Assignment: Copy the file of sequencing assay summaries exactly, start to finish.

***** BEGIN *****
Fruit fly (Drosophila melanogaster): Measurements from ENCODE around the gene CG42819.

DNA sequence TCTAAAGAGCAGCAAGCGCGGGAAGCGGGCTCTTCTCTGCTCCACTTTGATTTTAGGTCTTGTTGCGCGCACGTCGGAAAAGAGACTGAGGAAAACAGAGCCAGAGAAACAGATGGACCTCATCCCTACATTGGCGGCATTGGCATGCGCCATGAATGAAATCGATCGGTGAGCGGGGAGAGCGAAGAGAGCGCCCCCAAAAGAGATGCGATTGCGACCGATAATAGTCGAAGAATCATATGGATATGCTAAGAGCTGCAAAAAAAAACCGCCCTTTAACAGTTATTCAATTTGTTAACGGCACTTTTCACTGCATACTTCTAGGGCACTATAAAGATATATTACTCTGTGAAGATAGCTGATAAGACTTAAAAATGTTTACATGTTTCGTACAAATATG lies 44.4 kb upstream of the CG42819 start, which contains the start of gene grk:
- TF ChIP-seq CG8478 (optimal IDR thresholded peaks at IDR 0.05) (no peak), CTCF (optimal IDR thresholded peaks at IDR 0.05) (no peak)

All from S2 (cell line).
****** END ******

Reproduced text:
Fruit fly (Drosophila melanogaster): Measurements from ENCODE around the gene CG42819.

DNA sequence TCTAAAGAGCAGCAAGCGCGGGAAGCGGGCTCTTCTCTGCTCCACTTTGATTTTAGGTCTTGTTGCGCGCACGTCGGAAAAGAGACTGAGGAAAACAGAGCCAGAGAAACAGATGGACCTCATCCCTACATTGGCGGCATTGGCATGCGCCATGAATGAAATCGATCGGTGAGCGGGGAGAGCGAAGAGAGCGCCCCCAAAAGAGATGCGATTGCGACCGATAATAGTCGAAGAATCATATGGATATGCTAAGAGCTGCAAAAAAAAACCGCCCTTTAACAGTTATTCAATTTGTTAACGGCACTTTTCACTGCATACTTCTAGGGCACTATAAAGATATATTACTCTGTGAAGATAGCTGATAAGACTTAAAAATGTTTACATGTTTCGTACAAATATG lies 44.4 kb upstream of the CG42819 start, which contains the start of gene grk:
- TF ChIP-seq CG8478 (optimal IDR thresholded peaks at IDR 0.05) (no peak), CTCF (optimal IDR thresholded peaks at IDR 0.05) (no peak)

All from S2 (cell line).